The Mercedes-Benz stadium adopted a number of water-reducing strategies before it opened. Among these initiatives are the following
- Installing high-efficiency toilets that use less water than those required by government regulations;
- Xeriscaping green space, including planting drought-resistant plants;
- Selecting mechanicals, such as boilers and HVAC systems, which use water more efficiently than comparable systems; and
- Installing a 680,000-gal cistern to collect rainwater, which then can be used for cooling the facility or irrigation.
Additionally, waterless urinals were installed throughout the facility.
One traditional urinal can consume more than 35,000 gal of water per year. It is hard to count how many urinals are in the average sports venue in the U.S., much less determine how much water they consume because many stadiums use trough urinals. These urinals can accommodate three to six users at one time.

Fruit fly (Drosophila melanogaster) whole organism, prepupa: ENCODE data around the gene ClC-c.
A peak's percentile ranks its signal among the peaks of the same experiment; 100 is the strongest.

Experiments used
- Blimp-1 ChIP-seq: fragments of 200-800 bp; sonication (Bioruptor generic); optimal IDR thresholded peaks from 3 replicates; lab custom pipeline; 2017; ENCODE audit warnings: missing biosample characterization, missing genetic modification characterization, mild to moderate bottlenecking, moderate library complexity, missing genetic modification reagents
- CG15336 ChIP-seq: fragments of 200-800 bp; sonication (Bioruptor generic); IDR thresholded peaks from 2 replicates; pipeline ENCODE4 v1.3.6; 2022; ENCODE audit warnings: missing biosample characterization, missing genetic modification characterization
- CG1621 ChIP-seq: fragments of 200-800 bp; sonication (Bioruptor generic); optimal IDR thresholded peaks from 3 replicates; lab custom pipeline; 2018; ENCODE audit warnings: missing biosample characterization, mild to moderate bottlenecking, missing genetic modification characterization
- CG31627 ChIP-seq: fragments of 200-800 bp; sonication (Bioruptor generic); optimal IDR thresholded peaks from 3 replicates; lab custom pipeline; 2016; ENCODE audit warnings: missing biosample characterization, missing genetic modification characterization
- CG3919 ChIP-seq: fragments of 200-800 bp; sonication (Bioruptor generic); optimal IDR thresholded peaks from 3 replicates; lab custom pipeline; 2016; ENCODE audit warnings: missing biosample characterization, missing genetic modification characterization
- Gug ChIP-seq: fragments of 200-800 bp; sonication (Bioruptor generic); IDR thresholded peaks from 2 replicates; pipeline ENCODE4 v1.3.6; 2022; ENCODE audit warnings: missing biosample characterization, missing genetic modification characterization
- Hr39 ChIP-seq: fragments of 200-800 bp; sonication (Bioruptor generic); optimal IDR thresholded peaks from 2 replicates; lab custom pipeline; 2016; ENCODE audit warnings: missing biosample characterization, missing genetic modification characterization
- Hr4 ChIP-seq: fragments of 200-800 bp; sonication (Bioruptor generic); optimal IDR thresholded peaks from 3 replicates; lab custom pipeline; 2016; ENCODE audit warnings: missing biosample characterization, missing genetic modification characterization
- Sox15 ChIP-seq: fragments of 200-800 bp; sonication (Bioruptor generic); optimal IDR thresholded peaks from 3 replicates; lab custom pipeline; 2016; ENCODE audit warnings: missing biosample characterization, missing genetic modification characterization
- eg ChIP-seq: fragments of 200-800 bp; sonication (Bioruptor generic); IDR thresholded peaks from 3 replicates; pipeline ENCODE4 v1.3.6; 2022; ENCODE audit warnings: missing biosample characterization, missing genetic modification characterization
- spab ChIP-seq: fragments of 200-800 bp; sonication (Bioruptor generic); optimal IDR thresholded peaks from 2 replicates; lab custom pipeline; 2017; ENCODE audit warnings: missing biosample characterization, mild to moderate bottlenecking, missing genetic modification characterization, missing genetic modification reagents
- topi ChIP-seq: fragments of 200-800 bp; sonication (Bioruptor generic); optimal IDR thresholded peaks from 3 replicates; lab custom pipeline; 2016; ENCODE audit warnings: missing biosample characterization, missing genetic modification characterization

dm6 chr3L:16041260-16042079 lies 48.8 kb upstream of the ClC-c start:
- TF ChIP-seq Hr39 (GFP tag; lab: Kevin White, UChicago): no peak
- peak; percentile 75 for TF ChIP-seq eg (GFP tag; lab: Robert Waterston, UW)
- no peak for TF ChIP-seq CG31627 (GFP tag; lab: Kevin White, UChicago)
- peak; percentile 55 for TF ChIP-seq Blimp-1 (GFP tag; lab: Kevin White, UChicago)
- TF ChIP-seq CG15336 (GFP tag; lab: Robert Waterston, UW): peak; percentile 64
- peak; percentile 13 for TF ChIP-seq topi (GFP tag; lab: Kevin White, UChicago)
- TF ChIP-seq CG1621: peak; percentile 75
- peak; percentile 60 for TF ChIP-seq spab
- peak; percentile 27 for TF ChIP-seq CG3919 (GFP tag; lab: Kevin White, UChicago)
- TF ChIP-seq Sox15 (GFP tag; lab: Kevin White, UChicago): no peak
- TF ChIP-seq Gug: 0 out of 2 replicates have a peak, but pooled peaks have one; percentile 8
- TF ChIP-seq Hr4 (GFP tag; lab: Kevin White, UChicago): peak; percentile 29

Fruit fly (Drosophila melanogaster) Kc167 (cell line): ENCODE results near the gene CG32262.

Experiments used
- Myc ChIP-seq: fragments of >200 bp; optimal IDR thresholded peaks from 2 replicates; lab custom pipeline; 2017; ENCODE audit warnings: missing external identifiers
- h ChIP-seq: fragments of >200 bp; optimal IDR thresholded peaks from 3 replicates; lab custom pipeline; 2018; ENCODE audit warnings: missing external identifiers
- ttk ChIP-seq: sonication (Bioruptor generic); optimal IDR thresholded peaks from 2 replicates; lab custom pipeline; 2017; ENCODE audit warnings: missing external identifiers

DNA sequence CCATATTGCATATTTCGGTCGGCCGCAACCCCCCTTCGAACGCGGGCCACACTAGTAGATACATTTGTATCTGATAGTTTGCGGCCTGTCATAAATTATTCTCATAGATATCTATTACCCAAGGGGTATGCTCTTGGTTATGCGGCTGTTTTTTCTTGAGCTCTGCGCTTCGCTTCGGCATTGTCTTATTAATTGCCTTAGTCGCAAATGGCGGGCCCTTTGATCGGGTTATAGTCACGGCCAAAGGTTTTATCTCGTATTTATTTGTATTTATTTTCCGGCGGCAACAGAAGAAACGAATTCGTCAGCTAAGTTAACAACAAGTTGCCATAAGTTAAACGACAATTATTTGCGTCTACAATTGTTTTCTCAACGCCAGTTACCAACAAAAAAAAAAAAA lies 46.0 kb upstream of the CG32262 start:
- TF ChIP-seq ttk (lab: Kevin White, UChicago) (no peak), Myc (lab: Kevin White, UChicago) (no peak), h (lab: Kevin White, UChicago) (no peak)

Further, some stadiums have installed a combination of traditional urinals and trough systems. However, whatever the situation, the amount of water used can be millions of gallons. One of the most effective ways to reduce those numbers is to install no-water urinals.
“When we were looking for ways to become Platinum LEED certified, we realized very quickly that no-water urinals would be a a key part of the puzzle,” Jenkins said. “We looked at several urinal technologies that reduce [water] consumption, including pint flush urinals, but we decided that no-water [urinals] was the way to go.”